10 July 2014
Last updated at 14:19
Thousands of letters have been written to the Unknown Soldier - a symbol of World War One. Students at Hampshire's Bohunt School, including School Reporters, have taken part in the project and came together to use their letters to make up a giant poppy. Here is the story of their day in their own words and photographs.
"Every student at Bohunt School took part in the project as part of World War One tributes. Bohunt students Lisa, Wills, Hugo and Alice were filmed by the BBC reading their letters. Here they are sitting with reporter Robert Hall, while Grant the cameraman got School Reporter Harry to help out recording the sound!"
"To mark the centenary of World War One, Bohunt students have been participating in a range of activities, including drama, artwork and creative writing. School Reporter Ruxi took these photographs showing how Expressive Arts students have put their creative minds to work on memorial artwork."
"One of the special guests to witness the event was author Kate Pullinger who is one of the creators of the Letters to the Unknown Soldier project with Neil Bartlett. She said it was 'amazing' that everyone in our school got involved. She was interviewed live on BBC News."
"School Reporters Eleanor and Ruxi spoke to Kate, who told them and co-creator Neil were inspired by the Unknown Soldier statue on Platform One of Paddington Station. Kate said: 'We will see a lot of centenary activities that emphasize on being quiet to remember but we wanted to do something that involved people expressing their opinions on WW1 and what it means to them.'"
"We have never seen a satellite van before so it was really fun to see it on our school field. This was how the BBC broadcast us creating the poppy live. To film the poppy mosaic from above they had a camera on a raised post."
"The giant poppy mosaic was created by us all holding up red cardboard with our letters on the back and visiting primary school holding a piece of black paper to make the poppy’s centre. We had a few rehearsals so everyone held them up together at the same time before going live!"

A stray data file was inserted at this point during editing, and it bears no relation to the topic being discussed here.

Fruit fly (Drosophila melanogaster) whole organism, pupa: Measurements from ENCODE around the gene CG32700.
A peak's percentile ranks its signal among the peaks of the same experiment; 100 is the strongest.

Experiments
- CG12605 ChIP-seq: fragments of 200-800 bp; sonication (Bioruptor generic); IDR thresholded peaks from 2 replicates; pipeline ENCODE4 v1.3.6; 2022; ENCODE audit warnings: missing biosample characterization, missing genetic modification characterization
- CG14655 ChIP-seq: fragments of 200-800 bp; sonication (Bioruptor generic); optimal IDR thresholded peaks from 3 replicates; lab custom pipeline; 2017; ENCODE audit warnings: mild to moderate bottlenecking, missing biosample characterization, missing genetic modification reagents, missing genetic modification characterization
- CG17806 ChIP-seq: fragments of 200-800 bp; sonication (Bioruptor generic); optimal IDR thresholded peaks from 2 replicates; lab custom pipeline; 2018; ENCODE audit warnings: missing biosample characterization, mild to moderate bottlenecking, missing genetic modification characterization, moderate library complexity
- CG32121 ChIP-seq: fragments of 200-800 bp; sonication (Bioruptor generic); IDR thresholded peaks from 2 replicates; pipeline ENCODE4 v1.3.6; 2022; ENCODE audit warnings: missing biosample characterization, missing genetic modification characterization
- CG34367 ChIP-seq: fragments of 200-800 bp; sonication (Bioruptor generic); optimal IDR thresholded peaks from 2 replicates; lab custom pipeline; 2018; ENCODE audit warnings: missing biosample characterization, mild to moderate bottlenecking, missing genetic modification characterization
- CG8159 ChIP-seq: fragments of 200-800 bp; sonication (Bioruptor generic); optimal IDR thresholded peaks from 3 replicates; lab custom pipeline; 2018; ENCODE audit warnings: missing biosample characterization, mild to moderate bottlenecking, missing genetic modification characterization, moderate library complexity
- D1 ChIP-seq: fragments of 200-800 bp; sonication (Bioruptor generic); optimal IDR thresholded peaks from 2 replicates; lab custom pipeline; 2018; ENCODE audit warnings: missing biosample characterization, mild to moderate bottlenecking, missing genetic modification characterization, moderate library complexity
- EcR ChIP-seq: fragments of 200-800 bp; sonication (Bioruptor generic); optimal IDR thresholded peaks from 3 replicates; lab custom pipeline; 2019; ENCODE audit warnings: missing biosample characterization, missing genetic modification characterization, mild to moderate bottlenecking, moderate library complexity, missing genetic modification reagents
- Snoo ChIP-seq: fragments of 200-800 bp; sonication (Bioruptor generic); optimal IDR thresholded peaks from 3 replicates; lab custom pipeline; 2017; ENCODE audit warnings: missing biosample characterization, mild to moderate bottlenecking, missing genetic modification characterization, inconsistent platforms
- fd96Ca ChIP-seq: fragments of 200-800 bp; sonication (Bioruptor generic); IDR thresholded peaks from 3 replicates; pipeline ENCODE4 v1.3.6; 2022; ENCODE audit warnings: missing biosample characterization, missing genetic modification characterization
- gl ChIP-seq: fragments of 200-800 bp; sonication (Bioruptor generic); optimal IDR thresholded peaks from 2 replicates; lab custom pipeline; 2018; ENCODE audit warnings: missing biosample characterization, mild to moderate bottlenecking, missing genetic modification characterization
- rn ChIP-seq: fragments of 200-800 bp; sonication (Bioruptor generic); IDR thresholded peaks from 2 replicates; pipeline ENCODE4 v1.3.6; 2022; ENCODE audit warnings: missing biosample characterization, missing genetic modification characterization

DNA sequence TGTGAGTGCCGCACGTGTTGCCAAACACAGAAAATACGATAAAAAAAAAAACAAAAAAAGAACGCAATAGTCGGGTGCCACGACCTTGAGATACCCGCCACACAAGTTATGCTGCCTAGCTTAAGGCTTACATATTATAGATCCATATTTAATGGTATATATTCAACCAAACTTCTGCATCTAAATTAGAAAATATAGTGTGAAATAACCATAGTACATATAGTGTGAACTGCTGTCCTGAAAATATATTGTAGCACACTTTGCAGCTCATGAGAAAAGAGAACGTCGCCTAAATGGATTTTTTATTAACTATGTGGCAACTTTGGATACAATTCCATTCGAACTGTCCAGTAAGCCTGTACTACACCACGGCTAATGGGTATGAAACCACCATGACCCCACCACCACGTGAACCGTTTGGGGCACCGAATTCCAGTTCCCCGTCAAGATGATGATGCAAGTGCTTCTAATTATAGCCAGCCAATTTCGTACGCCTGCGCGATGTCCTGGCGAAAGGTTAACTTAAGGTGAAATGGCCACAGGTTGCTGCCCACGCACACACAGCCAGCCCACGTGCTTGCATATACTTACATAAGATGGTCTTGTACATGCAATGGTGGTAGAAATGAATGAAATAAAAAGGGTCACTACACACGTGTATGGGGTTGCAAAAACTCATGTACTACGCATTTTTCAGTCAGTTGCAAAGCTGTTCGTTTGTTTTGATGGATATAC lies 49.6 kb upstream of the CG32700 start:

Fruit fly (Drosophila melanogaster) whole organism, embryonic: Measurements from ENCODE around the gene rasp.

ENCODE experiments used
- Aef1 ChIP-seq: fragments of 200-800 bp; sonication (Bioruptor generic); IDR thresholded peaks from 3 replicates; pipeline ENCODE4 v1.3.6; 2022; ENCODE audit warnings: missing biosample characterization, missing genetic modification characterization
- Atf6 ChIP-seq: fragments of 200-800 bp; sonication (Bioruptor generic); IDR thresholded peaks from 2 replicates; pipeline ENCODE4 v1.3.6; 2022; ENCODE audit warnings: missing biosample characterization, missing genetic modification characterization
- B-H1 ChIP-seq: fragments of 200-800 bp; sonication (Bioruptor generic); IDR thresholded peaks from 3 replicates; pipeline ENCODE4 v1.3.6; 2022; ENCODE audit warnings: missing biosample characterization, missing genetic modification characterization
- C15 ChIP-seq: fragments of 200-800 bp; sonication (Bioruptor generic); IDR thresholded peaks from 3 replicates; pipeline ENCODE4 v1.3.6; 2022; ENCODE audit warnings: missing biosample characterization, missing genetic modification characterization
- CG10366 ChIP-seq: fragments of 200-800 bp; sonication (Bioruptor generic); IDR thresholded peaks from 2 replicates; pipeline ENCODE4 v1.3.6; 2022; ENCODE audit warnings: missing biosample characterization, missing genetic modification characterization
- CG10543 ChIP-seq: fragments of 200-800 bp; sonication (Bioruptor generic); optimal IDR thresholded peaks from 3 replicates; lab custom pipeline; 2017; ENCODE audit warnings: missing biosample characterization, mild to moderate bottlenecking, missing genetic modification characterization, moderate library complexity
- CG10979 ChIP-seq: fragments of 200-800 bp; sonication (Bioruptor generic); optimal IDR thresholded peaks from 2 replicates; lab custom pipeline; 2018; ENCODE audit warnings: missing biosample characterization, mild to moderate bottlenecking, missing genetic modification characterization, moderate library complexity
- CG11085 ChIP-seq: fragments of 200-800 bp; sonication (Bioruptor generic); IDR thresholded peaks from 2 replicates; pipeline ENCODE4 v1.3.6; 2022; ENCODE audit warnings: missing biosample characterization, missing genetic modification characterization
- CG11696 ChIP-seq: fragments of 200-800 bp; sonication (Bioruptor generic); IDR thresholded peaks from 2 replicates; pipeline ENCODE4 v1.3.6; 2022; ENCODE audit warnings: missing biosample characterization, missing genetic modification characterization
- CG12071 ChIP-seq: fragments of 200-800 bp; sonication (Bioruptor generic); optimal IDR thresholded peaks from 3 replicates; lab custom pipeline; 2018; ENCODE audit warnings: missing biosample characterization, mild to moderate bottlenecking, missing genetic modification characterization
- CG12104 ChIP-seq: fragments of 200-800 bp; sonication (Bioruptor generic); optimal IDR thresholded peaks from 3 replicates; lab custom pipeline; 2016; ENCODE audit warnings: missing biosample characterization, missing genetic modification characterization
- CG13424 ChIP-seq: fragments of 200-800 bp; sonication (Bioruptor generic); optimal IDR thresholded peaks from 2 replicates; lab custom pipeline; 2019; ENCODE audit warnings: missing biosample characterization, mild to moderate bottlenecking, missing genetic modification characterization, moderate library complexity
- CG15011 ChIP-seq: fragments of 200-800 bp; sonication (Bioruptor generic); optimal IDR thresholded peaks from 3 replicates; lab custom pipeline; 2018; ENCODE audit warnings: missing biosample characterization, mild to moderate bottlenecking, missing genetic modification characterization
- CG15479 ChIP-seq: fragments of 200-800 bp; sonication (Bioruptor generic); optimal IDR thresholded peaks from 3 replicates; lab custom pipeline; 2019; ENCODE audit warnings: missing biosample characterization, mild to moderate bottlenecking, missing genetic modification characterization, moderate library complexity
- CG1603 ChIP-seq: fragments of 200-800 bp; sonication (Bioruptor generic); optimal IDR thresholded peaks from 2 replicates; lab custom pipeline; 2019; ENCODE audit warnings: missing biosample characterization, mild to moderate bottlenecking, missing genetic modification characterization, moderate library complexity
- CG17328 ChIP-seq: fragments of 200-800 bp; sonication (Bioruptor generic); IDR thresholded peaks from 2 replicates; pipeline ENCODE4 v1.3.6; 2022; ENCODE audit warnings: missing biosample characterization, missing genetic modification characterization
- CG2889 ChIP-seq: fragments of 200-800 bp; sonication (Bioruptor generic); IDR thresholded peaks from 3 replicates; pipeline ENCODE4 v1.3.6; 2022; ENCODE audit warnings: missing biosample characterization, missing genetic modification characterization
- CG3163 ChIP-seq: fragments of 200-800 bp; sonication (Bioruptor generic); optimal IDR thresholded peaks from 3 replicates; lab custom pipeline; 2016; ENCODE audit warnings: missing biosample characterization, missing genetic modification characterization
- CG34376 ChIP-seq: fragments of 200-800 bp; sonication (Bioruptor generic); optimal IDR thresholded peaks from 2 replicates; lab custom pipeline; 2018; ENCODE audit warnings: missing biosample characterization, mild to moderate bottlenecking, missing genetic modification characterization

We spoke to students and teachers who were part of the poppy mosaic and asked them why they think we should commemorate the WW1 centenary. Stan,12, said: “Because if we forget we won't remember the tragedies of World War One and it could happen again.” Melissa,,15, said: “Because it’s a really important part of history that affects our lives today.” Science teacher Miss Wilson said: ”To me, World War One means the sacrifice that other people have made so that we can live with the liberties we have today.”
"When everyone was in position and after a few rehearsals, the cameras were finally on we created a giant poppy live! School Reporter Lisa managed got a quick photo of Robert Hall as he prepared to report for BBC News."
"The students got ready - and then it was time to reveal the poppy!"
"The giant poppy mosaic was created by us all holding up red cardboard at the same time and the cricket crease became the poppy stem. School Reporter Ellie, who helped form the poppy, said: "When you're holding up the paper you can't imagine how it's going to look" and Mr Green, a Humanities teacher whose department lead this project, said it was 'a triumph and testament to the school'."
"After the filming Eleanor spoke to Robert Hall, BBC News reporter. He told us he still gets quite nervous when broadcasting live but thinks it was really impressed. He said “It was like a flash mob and a unique way to mark the centenary”"
"Bohunt School is planning more Great War commemorations next term and we are going to keep all the letters got future students to read. It had been great for us to record and report on this special day!"